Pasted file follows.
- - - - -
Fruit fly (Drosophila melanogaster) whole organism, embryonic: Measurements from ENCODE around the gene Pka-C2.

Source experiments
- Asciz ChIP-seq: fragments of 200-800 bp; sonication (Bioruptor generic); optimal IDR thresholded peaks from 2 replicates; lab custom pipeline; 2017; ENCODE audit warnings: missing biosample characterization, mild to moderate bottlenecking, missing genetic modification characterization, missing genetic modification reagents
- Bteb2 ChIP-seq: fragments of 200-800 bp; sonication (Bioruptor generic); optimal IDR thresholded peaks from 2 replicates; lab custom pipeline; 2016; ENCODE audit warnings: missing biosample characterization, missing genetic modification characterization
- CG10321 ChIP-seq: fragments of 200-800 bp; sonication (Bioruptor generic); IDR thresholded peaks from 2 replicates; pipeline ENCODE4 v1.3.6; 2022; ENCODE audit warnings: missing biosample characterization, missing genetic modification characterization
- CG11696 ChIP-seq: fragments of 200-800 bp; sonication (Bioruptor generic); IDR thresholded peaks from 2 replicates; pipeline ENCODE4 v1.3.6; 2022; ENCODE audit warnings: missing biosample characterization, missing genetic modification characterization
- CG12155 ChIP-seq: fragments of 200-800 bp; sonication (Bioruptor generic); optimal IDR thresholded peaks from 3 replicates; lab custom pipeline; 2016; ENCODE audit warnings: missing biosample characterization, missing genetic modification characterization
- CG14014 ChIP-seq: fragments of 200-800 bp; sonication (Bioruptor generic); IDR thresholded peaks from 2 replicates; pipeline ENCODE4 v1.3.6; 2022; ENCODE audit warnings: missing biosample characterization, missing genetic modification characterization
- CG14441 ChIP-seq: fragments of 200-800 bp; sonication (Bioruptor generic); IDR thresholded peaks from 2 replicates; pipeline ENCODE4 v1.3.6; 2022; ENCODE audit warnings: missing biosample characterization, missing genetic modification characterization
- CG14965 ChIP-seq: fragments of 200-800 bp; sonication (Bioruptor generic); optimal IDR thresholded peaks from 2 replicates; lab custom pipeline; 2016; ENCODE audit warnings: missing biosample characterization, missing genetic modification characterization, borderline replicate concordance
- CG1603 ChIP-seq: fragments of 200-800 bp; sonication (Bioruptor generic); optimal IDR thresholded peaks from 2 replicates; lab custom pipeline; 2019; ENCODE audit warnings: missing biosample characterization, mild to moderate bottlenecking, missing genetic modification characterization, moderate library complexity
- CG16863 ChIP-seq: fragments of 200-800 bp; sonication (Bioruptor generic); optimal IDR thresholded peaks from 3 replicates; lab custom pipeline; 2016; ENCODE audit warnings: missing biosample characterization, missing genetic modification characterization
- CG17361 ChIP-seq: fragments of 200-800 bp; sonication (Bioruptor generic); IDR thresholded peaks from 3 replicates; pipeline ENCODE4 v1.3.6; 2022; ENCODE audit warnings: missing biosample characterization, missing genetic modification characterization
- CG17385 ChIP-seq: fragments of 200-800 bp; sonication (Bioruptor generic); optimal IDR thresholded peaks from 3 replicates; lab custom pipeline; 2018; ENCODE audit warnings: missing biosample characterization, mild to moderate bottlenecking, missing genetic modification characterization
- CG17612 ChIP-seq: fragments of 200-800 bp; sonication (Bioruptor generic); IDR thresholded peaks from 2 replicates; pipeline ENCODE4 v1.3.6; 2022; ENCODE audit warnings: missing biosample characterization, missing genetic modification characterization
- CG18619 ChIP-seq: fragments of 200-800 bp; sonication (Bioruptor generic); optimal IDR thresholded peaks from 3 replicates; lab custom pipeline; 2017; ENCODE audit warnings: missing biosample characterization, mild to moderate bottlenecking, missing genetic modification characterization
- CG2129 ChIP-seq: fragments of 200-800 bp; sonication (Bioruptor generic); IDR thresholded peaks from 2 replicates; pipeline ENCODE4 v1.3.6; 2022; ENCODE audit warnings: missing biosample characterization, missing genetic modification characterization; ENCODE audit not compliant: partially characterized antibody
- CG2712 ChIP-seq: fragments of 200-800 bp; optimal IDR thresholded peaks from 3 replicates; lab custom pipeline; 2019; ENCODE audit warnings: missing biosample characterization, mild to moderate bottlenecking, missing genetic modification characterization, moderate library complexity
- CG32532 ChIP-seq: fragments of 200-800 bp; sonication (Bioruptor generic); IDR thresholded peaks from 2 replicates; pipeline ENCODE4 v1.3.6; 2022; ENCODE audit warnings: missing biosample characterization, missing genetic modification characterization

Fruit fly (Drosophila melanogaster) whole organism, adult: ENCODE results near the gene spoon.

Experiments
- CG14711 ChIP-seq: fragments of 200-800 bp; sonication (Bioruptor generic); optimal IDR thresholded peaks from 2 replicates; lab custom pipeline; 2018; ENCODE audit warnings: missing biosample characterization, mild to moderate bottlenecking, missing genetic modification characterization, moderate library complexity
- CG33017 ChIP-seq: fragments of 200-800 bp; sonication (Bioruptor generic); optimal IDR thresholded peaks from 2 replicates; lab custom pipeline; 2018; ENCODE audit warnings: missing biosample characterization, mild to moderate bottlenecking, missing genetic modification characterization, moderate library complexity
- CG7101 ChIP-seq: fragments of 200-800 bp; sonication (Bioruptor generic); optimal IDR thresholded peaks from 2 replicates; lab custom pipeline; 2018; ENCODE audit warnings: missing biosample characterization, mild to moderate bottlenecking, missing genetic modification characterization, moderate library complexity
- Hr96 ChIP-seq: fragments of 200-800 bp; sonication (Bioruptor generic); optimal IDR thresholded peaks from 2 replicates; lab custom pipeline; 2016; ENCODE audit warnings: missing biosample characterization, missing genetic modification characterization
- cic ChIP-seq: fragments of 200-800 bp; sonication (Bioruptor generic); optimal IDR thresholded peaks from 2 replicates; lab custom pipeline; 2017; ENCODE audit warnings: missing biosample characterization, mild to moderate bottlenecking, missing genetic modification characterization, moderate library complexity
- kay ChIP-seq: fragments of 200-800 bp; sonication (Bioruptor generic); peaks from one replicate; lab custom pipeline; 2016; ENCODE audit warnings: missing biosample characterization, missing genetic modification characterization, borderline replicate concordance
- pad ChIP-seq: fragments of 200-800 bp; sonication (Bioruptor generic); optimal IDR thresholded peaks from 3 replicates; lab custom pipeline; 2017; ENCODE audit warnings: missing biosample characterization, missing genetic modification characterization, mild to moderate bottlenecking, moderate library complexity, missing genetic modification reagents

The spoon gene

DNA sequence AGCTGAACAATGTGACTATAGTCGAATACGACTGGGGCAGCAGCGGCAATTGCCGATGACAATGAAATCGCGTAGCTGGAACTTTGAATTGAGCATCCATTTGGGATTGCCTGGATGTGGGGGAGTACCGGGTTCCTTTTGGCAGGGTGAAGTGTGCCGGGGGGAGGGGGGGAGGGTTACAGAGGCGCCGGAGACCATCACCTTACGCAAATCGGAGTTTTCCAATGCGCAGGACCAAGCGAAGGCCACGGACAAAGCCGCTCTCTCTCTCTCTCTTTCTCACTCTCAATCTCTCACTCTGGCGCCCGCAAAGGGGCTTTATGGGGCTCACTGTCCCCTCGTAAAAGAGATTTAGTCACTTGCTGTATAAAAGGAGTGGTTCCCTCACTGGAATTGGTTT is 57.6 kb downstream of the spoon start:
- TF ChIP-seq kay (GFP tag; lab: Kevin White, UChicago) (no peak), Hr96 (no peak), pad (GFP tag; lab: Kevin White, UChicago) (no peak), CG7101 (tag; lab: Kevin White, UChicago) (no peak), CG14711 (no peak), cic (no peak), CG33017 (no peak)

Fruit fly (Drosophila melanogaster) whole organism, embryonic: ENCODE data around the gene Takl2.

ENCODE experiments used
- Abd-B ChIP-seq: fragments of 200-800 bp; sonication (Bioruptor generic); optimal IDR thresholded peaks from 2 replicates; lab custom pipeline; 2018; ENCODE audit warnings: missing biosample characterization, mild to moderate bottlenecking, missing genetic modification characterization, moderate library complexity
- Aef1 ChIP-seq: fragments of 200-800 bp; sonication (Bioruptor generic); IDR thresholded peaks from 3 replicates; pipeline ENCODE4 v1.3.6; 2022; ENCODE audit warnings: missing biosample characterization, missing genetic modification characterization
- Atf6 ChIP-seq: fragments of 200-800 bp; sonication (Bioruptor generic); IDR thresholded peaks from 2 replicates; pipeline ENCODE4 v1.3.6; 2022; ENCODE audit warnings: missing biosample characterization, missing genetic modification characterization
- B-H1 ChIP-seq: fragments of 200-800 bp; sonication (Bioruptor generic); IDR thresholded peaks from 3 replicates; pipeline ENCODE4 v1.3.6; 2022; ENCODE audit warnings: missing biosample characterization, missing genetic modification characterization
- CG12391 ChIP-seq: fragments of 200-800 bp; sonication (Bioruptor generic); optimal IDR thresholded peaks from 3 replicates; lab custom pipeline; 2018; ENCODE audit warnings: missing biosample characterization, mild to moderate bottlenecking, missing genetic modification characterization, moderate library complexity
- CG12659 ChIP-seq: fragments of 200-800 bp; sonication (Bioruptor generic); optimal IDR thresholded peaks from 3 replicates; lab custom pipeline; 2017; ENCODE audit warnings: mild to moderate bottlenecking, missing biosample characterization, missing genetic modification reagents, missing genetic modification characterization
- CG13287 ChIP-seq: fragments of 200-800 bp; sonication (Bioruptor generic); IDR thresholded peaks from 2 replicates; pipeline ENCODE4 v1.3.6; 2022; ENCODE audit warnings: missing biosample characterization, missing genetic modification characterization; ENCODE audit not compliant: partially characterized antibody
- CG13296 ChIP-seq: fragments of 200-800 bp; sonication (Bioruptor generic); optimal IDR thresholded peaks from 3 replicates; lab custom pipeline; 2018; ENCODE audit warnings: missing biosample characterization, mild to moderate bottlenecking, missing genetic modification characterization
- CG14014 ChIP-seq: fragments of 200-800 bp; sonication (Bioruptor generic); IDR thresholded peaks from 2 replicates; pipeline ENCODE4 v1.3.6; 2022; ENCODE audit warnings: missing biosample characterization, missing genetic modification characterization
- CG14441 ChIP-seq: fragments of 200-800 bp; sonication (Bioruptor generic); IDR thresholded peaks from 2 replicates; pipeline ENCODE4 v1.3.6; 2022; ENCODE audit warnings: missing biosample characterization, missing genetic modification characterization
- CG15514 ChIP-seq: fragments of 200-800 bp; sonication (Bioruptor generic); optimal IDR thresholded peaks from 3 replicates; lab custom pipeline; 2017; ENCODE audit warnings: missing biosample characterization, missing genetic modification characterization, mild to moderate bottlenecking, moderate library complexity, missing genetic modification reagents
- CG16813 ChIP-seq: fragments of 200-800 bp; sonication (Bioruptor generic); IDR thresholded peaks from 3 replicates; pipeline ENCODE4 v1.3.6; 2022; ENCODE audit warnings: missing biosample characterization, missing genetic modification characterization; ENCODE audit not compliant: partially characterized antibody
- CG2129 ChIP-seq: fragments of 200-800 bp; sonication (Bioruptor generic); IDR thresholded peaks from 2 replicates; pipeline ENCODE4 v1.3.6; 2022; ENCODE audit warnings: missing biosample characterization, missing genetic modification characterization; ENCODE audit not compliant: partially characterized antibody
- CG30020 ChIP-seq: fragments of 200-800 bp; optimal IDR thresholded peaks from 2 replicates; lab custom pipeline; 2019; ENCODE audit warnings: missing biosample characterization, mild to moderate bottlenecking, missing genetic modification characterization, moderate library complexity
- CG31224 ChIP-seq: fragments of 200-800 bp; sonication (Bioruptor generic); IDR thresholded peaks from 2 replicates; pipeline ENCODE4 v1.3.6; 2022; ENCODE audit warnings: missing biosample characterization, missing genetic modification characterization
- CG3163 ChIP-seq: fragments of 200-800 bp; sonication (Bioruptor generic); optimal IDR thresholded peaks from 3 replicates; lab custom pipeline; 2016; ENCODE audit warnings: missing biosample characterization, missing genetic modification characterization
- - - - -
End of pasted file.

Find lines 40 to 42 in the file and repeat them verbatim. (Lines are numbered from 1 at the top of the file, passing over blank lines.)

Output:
- CG13287 ChIP-seq: fragments of 200-800 bp; sonication (Bioruptor generic); IDR thresholded peaks from 2 replicates; pipeline ENCODE4 v1.3.6; 2022; ENCODE audit warnings: missing biosample characterization, missing genetic modification characterization; ENCODE audit not compliant: partially characterized antibody
- CG13296 ChIP-seq: fragments of 200-800 bp; sonication (Bioruptor generic); optimal IDR thresholded peaks from 3 replicates; lab custom pipeline; 2018; ENCODE audit warnings: missing biosample characterization, mild to moderate bottlenecking, missing genetic modification characterization
- CG14014 ChIP-seq: fragments of 200-800 bp; sonication (Bioruptor generic); IDR thresholded peaks from 2 replicates; pipeline ENCODE4 v1.3.6; 2022; ENCODE audit warnings: missing biosample characterization, missing genetic modification characterization